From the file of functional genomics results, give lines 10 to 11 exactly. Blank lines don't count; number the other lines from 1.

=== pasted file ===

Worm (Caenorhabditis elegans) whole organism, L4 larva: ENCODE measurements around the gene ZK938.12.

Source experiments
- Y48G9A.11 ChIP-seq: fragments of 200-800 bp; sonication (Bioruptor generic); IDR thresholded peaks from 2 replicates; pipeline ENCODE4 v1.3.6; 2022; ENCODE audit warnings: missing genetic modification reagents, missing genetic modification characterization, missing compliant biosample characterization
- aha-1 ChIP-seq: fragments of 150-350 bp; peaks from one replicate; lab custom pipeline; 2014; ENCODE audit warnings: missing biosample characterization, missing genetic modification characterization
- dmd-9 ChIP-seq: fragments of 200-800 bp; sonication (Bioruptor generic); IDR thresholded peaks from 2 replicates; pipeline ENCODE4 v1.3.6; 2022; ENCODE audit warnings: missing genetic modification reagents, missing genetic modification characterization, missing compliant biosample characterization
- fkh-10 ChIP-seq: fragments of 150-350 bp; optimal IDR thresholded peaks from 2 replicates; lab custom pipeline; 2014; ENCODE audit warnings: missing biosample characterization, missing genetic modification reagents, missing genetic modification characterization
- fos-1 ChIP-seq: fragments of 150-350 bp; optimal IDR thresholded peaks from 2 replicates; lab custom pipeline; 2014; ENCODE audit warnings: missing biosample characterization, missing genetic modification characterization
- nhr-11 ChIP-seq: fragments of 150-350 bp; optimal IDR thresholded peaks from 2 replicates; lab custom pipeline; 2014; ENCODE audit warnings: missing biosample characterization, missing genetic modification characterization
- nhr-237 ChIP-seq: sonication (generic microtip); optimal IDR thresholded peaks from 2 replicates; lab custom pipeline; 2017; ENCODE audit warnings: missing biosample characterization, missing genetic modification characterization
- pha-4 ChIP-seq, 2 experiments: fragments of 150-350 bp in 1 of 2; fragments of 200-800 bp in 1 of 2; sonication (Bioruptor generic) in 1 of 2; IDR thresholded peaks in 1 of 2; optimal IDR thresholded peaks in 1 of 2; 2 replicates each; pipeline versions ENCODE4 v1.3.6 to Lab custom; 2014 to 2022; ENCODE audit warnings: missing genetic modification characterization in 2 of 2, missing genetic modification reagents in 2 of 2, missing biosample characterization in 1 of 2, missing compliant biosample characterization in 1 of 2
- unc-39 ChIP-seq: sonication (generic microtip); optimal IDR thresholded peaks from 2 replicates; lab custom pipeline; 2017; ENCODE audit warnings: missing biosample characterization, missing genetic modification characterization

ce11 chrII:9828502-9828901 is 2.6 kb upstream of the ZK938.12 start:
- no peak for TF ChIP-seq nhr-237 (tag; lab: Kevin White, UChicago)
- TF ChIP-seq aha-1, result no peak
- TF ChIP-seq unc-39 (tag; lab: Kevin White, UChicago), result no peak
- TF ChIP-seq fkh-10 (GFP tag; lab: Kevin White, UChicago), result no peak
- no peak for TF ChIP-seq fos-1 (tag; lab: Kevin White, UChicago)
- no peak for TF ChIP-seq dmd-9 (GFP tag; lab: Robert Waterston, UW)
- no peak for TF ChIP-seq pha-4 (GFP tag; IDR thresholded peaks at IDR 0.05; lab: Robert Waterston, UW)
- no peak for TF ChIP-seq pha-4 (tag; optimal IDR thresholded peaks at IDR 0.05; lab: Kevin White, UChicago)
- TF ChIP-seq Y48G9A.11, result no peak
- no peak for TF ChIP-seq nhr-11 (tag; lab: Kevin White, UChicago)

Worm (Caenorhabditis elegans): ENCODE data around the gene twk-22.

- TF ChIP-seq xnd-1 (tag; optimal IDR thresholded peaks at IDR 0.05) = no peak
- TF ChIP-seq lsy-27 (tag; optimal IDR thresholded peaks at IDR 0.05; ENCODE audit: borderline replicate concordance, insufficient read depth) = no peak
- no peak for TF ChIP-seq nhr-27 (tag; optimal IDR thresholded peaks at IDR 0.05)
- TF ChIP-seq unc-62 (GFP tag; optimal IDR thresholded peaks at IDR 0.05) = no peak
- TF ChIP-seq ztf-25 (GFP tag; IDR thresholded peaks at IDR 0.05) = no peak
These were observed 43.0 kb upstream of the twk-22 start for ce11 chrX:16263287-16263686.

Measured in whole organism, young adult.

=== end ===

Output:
- pha-4 ChIP-seq, 2 experiments: fragments of 150-350 bp in 1 of 2; fragments of 200-800 bp in 1 of 2; sonication (Bioruptor generic) in 1 of 2; IDR thresholded peaks in 1 of 2; optimal IDR thresholded peaks in 1 of 2; 2 replicates each; pipeline versions ENCODE4 v1.3.6 to Lab custom; 2014 to 2022; ENCODE audit warnings: missing genetic modification characterization in 2 of 2, missing genetic modification reagents in 2 of 2, missing biosample characterization in 1 of 2, missing compliant biosample characterization in 1 of 2
- unc-39 ChIP-seq: sonication (generic microtip); optimal IDR thresholded peaks from 2 replicates; lab custom pipeline; 2017; ENCODE audit warnings: missing biosample characterization, missing genetic modification characterization